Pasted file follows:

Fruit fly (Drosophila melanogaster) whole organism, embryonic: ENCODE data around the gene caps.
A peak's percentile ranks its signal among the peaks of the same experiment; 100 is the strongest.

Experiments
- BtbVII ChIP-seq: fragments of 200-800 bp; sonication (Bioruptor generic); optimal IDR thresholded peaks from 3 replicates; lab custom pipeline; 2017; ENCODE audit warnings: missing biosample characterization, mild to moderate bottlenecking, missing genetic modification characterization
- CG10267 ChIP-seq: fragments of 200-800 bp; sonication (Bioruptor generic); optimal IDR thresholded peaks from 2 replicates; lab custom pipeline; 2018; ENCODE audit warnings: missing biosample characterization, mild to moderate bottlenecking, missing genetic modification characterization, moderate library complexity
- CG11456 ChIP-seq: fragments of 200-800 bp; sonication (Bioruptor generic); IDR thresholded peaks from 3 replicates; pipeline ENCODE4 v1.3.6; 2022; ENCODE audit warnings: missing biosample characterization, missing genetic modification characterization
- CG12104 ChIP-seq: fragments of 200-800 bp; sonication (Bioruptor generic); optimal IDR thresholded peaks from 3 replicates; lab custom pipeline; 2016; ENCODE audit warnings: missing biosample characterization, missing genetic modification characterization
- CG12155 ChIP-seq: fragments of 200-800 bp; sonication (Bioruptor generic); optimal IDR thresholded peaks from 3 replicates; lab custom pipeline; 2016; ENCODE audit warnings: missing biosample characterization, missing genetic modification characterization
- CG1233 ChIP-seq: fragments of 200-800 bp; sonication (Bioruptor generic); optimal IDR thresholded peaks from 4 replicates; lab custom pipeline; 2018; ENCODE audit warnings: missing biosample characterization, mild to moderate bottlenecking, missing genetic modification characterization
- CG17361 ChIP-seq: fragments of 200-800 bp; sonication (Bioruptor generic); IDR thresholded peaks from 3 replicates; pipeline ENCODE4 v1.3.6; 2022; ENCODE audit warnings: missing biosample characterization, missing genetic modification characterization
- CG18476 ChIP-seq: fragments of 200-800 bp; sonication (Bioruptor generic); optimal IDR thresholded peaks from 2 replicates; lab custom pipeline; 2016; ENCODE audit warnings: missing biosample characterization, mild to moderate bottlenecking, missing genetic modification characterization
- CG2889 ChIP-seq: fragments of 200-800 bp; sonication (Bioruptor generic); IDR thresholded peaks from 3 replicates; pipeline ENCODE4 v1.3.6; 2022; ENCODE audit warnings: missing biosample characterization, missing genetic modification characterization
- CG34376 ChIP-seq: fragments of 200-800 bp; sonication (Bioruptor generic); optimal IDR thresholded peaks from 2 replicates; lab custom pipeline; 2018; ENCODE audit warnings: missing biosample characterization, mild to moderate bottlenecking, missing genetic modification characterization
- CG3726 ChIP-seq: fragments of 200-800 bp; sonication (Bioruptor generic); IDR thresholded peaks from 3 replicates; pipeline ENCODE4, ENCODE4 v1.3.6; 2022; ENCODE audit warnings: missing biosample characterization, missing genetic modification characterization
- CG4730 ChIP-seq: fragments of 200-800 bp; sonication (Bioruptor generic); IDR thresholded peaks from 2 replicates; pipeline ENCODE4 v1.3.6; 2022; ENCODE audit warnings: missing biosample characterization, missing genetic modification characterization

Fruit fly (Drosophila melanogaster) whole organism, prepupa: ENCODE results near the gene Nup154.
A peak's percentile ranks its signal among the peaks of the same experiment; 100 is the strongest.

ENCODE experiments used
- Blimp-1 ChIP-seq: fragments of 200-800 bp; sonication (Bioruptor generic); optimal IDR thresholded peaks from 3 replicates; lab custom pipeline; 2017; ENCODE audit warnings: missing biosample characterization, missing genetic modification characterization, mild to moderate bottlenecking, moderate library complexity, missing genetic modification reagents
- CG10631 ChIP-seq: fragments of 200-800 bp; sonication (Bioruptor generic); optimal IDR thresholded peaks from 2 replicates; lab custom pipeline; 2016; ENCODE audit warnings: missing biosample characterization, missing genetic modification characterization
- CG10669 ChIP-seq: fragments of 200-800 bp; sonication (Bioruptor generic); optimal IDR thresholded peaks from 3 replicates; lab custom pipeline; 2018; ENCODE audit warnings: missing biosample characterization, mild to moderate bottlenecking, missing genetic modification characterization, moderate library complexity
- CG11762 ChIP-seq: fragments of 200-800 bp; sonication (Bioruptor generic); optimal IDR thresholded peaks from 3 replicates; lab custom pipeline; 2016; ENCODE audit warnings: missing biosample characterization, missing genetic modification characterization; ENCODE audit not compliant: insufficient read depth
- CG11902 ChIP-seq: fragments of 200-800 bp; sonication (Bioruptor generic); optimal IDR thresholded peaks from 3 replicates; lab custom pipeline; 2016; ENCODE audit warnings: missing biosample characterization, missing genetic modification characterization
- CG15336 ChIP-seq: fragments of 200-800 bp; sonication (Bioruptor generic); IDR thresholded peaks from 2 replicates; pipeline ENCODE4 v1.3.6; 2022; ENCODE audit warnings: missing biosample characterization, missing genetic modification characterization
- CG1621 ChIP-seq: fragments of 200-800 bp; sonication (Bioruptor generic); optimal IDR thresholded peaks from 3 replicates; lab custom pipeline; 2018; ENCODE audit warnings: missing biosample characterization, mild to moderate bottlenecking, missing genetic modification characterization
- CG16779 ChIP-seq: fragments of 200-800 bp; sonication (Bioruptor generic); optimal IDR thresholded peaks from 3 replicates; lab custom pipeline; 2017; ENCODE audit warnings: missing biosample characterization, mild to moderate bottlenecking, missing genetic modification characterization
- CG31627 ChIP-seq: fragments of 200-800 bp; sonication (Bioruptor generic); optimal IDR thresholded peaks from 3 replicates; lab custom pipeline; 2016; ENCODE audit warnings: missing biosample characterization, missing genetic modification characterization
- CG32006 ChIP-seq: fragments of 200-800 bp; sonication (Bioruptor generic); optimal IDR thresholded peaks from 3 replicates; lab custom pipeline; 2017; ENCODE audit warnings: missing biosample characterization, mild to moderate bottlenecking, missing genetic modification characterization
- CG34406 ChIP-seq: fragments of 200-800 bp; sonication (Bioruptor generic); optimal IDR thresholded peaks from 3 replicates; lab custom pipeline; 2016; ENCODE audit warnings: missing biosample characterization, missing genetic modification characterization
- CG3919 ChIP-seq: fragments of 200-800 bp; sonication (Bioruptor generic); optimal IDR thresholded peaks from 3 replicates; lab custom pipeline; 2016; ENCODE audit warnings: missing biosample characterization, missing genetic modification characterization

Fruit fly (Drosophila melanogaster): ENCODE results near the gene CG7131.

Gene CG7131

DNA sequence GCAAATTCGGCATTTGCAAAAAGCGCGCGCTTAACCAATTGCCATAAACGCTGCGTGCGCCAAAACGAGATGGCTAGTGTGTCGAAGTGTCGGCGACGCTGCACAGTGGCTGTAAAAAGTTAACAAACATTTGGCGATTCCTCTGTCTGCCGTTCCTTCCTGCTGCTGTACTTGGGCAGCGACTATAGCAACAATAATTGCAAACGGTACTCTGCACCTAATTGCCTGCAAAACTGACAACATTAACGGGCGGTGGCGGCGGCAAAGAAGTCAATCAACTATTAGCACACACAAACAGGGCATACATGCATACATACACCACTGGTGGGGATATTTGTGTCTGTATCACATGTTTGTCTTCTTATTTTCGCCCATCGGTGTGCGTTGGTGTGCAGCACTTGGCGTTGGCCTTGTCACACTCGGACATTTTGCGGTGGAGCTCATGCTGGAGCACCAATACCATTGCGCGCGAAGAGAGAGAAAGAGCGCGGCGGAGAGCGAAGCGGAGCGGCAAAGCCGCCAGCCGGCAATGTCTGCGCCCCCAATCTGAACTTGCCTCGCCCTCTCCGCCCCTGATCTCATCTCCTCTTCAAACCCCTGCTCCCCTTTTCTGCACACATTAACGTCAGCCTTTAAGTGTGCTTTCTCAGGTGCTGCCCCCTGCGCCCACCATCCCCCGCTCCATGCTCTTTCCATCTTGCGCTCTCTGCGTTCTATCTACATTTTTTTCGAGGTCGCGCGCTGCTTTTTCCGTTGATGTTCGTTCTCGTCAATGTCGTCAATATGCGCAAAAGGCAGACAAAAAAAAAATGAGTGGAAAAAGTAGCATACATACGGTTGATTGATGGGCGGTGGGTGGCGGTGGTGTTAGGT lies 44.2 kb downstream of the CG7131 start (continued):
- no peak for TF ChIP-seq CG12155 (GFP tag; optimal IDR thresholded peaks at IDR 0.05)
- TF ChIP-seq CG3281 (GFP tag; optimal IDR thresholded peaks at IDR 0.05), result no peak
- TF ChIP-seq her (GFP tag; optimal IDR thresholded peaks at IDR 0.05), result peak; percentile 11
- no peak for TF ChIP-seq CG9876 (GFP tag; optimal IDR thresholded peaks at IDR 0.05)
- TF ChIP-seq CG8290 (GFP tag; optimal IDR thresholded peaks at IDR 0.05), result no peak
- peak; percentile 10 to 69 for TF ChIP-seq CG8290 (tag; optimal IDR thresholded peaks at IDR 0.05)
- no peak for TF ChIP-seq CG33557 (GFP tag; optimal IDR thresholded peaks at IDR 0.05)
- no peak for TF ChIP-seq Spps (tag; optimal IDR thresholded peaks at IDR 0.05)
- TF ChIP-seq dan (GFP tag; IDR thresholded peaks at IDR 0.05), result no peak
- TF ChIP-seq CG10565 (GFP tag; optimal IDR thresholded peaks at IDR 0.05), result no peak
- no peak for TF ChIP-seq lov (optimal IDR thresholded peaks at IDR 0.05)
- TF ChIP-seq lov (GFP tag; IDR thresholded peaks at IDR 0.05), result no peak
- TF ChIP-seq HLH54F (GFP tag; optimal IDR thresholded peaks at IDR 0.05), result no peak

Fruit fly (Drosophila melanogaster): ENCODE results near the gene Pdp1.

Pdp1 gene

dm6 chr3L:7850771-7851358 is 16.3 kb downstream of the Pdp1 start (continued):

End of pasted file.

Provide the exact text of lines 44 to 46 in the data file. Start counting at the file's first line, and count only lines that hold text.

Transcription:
- no peak for TF ChIP-seq lov (optimal IDR thresholded peaks at IDR 0.05)
- TF ChIP-seq lov (GFP tag; IDR thresholded peaks at IDR 0.05), result no peak
- TF ChIP-seq HLH54F (GFP tag; optimal IDR thresholded peaks at IDR 0.05), result no peak